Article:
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The Island Of St. Malo

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Cincinnati Times-Star. It is remarkable that there slioulc have existed in the United Statos for nearly half a oentury a little indeperul ent state or comniunity about whicl practicallj' nothing liad been known until witliin a few days. A recent exploration of the mysterious islaud of St. Malo, situated at the iiioutl of a small bayou running into Lakp Borgue, in Louisiana, resultedinrevelations that read like a story from the Aleutian Islands or the Spanish Main The population of St. Malo is about 150. They are natives of Manila, one of the Philippine Islands, north of Java. They have an automony of their own, hole allegiance to no power or potentate, and, though within the the geographical boundary of Louisiana, are beyond the reach of its laws - at least, they have never yet been disturbed. A peouliarity of this Malay colony is thal the female sex is not represehted. The community bas an ordinance, rig!dit enforced, excluding women from St. Malo. The inhabitants aro described as a mixture of Chinese and Japanese, with the ugliness of both and the better features of neither. The cheek bones are high, the jaws broad and the chin pointed. The nose is short, the nostrils large, and the thick upper lip 8 rendered more unsightly by short, bristly tufts of wiry mnstaches. They are chiefly deserters from Manila - men who left that island to -avoid heavy laxes and forced enlistment. The only industry of the colony is catching fish, whioh are sold at New Orieans. Spanish ia the language commonly spoken. The form of governnient is extremely simple. There is noregiilai'ly selected chief, but all the colony regard an old Malay named Hilario as the virtual head. Arbitrators settle disputes concerning property. All the houses in St. Malo are built on the same model, which is not unlike the hiits in the Philippine Islands. They are square, with low roofs running up with a concave curve to the top, and are built on piles, some nine feet from the water. Furniture is entirely unknown. Kough benches take the place of chairs. Boards on trestle3 serve as tables, and wooden bunks, built one above the ot lier, are the bedsteads. There is only one chimney in the place, and that runs only from the rafters of a hut through the roof, being ubout eight feet in length, and is never used, but is pointed out with considerable pride bytheManila men as an evidence of their ad vaneed civilization. The average Manila man swears like a trooper in Euglish - which he probably regards as another ividence of his advanced ci.vilization. St. Malo is undoubtedly the most unique community in America. We always like those who admire us, we do not always like those whom we admire.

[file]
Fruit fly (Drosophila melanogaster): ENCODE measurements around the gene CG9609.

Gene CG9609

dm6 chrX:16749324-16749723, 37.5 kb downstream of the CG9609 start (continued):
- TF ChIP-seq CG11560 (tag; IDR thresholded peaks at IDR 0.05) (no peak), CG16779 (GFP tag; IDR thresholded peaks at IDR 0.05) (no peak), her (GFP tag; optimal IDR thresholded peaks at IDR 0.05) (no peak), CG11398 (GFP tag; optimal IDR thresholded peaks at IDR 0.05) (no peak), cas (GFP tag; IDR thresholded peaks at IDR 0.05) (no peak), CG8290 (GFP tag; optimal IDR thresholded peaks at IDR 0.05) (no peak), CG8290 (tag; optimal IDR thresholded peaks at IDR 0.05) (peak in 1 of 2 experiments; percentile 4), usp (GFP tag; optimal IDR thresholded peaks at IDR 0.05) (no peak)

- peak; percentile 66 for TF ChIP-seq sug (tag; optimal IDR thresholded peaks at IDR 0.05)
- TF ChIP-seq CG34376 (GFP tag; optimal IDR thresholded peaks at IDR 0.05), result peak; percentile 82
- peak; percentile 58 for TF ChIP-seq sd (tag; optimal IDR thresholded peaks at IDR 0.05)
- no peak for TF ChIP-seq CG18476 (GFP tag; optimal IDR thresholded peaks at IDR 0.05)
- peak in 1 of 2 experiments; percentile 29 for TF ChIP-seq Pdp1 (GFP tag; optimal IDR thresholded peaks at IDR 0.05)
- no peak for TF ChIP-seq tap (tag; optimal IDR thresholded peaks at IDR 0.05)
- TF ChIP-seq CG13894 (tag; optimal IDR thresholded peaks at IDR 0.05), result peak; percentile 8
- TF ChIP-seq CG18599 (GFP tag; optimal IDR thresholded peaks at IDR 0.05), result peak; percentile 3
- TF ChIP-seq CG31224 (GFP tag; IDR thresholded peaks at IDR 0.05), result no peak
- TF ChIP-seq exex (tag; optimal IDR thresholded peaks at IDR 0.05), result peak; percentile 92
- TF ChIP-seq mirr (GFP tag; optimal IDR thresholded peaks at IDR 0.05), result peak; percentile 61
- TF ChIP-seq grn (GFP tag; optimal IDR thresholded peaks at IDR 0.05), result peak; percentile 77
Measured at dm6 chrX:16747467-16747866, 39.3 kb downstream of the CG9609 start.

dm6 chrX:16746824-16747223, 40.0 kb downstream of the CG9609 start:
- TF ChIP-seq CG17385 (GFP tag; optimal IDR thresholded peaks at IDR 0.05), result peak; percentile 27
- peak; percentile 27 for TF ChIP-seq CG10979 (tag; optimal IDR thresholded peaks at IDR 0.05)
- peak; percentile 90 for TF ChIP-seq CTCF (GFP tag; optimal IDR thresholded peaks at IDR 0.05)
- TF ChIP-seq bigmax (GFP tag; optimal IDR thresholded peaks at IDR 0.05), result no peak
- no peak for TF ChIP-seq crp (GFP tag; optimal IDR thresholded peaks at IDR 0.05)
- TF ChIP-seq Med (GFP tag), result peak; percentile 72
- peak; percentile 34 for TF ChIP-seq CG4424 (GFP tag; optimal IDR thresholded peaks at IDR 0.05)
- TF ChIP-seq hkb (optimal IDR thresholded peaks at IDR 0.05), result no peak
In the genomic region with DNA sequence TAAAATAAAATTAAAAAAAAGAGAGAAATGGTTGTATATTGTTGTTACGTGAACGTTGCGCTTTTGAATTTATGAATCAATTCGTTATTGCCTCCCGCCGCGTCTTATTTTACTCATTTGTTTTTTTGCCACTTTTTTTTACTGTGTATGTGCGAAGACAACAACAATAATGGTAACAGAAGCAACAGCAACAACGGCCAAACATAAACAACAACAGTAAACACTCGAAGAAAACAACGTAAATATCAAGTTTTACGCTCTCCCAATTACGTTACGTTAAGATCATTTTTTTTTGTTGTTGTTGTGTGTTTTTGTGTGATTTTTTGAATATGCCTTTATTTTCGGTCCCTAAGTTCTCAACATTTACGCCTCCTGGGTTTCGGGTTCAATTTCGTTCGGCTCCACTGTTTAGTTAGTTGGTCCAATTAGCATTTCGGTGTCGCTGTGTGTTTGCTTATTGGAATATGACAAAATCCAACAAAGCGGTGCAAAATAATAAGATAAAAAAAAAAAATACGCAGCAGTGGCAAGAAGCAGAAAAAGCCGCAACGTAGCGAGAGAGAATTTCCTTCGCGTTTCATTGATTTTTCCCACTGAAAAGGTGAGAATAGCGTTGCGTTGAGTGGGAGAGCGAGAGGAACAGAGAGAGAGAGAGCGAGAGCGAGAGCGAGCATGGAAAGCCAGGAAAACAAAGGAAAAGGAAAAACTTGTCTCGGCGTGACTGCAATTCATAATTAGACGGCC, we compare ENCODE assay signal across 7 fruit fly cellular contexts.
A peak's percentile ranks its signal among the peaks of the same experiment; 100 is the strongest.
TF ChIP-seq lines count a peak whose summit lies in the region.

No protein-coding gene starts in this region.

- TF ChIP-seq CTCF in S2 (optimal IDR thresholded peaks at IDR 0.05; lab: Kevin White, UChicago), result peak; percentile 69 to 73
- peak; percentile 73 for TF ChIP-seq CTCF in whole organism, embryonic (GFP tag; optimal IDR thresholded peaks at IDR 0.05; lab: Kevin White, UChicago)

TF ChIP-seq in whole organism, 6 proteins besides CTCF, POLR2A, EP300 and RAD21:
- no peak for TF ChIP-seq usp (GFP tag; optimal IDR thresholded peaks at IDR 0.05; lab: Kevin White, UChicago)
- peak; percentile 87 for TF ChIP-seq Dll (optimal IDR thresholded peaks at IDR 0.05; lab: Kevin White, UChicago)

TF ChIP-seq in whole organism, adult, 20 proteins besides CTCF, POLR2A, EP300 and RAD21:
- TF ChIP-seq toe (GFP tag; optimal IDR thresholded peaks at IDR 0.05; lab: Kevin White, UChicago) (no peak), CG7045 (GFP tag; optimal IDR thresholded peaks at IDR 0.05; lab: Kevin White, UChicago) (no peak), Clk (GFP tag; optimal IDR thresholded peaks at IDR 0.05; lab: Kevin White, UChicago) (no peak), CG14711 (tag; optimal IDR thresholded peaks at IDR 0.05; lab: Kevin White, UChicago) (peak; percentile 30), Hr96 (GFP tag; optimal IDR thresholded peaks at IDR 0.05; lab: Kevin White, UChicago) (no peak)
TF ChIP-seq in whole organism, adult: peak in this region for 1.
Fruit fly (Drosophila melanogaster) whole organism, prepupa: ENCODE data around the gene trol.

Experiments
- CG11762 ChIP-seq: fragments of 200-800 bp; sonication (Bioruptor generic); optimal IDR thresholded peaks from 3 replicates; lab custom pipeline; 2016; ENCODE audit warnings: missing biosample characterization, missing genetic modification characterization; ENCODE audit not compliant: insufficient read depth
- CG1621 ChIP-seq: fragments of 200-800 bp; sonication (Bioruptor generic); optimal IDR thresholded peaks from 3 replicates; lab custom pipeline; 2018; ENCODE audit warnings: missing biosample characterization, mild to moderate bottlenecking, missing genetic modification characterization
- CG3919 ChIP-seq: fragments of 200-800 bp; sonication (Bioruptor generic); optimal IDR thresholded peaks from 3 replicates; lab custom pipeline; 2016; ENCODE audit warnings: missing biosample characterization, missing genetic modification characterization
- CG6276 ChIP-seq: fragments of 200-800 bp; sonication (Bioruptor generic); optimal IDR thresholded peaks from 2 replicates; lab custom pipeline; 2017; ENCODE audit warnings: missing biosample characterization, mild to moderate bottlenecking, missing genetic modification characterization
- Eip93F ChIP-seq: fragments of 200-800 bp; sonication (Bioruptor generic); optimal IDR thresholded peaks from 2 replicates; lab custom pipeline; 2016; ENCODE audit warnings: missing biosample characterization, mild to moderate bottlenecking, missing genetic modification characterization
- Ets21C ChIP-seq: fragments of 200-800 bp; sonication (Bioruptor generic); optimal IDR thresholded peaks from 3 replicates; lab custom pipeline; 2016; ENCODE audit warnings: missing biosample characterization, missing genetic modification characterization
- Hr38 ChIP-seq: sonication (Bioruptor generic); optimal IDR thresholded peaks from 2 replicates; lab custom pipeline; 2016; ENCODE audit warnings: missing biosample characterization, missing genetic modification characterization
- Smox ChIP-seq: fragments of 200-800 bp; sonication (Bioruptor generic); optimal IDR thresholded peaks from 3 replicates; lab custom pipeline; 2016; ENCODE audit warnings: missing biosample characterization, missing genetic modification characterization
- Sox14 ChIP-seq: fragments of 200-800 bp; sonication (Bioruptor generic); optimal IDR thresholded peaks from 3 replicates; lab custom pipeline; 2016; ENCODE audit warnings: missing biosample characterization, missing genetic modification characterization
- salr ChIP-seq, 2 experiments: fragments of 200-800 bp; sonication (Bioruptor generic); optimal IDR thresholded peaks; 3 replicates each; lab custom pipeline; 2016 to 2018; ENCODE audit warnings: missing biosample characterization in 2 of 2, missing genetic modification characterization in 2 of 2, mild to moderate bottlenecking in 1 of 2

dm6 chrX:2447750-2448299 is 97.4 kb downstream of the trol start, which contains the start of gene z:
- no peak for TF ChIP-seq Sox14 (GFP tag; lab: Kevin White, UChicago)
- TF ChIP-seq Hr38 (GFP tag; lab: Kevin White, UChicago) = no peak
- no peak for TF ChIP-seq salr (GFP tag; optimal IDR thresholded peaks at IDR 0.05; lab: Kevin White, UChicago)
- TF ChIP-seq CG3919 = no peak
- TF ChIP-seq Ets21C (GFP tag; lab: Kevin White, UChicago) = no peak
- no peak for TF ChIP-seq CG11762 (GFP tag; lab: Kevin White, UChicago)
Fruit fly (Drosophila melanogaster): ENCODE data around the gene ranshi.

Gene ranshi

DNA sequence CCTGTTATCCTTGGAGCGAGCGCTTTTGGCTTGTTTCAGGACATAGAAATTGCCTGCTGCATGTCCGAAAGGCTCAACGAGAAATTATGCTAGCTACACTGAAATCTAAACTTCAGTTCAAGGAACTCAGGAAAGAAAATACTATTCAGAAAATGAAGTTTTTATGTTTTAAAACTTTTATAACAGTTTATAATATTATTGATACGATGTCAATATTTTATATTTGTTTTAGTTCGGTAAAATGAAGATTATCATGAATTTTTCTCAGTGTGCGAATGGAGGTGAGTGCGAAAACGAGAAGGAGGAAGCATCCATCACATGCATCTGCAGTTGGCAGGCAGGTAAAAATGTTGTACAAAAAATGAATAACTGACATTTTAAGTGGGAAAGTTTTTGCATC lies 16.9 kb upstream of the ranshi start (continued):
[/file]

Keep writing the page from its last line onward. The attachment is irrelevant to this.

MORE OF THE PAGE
Ann Arbor Courier
Old News